Despite vaccination, theatergoers won’t fill seats soon, says new study

More shots in arms has not spurred locals to return to DC-area theaters. And a trip back to Broadway is a long way off.

Despite a significant increase in vaccinations, DC-area theatergoers will be slow to return to local theaters, according to a new study by Limelight Insights by Shugoll, a national marketing research company in Rockville, Maryland. The company conducted an online survey with 1,259 DC-area theatergoers from March 25 to 29, 2021, on their intent to return to theaters. This is the fourth wave of research has been tracking these issues in DC since the pandemic began. The current survey was conducted because the previous wave in February was during a time of slow vaccine rollout and concerns about variants. Six weeks later, there are many more shots in arms and the project team wanted to see how that changed intent to return to local theaters.

Graphic: DC Metro Theater Arts

More shots in arms since the last study wave but little change in when theatergoers will return to DC theaters

The February wave of this ongoing research was a time of slow vaccine rollout and concerns about variants. Even with expanded vaccinations since then and some data that current vaccines should work against variants, there is little change in this late-March wave on when DC theatergoers will attend area theaters. The first month that at least 50% of theatergoers say they are very likely to attend is November (52%). The number for November was 48% in the last wave, not a statistically significant increase. In addition, the threshold where 60% and two-thirds of theatergoers are very likely to attend local theaters remains January and March, respectively. “Since previous study waves found that access to the vaccine would help determine when people would feel safe in returning to area theaters, it is interesting that more shots in arms have resulted in little change in when they plan to attend again,” says study author Cara Shugoll Wilken.

“December/January feels like a good target date for most theaters to consider reopening,” adds Shugoll Wilken. For theaters hoping for a fall reopening, note that just 44% of audiences are very likely to return in September and 48% in October. However, there are some rays of hope for fall openings. For example, frequent theatergoers, including subscribers, who will be heavily depended on to fill seats initially, have a somewhat earlier timeframe for return. Half of subscribers are very willing to attend starting in September. Also, with socially distanced seating, theater capacity would be reduced to levels that may match the size of the audience willing to return. In addition, as vaccines become more available and more is known about the control of variants, theatergoers may finally adjust their timeframe for return to something earlier.

While socially distanced seating in the fall would limit earned income, at this point it appears necessary. Just 27% would attend the theater in the fall if seats were not socially distanced, although this number is slightly higher than in the previous wave.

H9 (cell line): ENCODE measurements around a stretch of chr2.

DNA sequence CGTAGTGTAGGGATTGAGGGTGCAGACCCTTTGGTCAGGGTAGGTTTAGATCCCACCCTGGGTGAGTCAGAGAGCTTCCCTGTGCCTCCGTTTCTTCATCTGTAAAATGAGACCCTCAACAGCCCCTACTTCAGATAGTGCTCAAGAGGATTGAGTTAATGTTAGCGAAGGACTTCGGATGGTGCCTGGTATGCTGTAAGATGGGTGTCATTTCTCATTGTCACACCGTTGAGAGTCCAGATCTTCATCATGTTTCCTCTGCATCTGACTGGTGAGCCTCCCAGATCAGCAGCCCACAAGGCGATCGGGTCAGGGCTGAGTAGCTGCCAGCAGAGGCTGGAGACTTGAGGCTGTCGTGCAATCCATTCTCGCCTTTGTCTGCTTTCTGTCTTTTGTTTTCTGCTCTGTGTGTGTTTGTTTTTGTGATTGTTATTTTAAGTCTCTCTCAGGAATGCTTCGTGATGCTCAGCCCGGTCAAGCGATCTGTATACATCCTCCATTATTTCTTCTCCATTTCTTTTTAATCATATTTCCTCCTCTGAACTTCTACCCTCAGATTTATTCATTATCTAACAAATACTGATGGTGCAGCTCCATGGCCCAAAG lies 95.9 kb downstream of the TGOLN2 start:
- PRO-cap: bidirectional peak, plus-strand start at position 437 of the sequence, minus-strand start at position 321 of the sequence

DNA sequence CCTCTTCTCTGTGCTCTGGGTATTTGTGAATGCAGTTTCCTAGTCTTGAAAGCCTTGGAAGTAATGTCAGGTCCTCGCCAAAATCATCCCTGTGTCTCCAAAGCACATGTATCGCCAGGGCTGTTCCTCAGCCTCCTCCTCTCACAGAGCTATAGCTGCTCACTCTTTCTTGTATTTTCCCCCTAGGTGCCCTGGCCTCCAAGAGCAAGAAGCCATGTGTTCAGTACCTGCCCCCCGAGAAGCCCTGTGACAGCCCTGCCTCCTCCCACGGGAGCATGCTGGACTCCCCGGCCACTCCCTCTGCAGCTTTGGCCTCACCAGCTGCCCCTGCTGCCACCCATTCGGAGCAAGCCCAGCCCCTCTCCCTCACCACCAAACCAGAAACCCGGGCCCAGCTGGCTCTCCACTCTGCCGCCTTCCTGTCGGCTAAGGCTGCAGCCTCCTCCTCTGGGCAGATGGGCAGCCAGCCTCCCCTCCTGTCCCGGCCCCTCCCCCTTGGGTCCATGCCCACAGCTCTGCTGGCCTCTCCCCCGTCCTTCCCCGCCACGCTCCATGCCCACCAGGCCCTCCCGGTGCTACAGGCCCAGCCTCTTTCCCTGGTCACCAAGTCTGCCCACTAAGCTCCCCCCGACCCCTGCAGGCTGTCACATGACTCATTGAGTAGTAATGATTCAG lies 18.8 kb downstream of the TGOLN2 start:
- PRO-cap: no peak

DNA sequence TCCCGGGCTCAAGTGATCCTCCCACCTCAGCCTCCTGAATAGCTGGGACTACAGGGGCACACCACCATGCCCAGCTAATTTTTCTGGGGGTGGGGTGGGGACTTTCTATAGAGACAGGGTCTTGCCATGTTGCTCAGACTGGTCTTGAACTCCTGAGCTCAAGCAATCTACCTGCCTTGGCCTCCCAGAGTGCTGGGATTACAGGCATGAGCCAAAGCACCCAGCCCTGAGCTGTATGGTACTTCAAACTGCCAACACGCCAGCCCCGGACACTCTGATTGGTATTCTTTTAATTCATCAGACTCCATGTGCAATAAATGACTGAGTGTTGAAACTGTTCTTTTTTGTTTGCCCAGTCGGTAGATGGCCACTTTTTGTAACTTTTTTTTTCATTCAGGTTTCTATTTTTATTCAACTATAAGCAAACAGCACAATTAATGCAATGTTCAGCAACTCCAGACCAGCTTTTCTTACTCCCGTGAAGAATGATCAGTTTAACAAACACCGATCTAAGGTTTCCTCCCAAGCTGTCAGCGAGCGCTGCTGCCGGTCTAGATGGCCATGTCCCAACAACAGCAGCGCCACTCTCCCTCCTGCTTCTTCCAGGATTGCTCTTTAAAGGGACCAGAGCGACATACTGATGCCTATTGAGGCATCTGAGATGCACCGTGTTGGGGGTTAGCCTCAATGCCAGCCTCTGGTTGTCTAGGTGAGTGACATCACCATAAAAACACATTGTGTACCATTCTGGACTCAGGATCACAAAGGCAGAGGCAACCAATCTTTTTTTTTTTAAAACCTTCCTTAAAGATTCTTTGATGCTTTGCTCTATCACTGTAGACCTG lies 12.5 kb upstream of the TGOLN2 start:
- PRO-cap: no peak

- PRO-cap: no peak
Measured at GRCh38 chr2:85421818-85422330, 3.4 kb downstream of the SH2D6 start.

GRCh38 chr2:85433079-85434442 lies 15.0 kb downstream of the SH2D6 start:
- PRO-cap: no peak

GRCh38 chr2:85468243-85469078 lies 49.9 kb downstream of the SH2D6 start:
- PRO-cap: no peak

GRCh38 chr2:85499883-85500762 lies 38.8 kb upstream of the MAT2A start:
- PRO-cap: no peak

Local theatergoers who travel to New York for Broadway shows don’t plan to do so for some time

While some Broadway producers are targeting a reopening this fall, most DC theatergoers who travel to New York for Broadway shows are not planning to do so until sometime later. Only 18% are very likely to attend in September (assuming theaters open at full capacity as is planned) and still just 36% are very likely in January. You do not reach 50% very likely to attend Broadway shows again under the assumption of full capacity seating until May 2022. Shugoll Wilken notes that “while DC audiences may or may not be like others across the country in their views on returning to Broadway shows, tourist audiences are essential to the health of Broadway. DC theatergoers plan to be cautious before travelling to New York to see a Broadway show.”

Almost all DC-area theatergoers plan to get the vaccine

All but 7% of DC theatergoers (theatergoers are a highly educated segment of the population) plan to get vaccinated. Already, 40% are fully vaccinated, 27% have received one dose of a two-dose vaccine, and 26% plan to get vaccinated when it is their turn. Just 4% do not plan to get vaccinated and 3% are not sure.


This study was conducted using Limelight Insights by Shugoll’s proprietary panel. A total of 1,259 surveys were completed between March 25 and 29, 2021. Data are accurate within +/- 3% at a 95% confidence level. Participants were required to attend at least two professional theater productions in a typical year, at least one of which must be at a nonprofit theater other than those that primarily present touring companies. For a copy of the Full Report or the Executive Summary go to


Image: DC Metro Theater Arts

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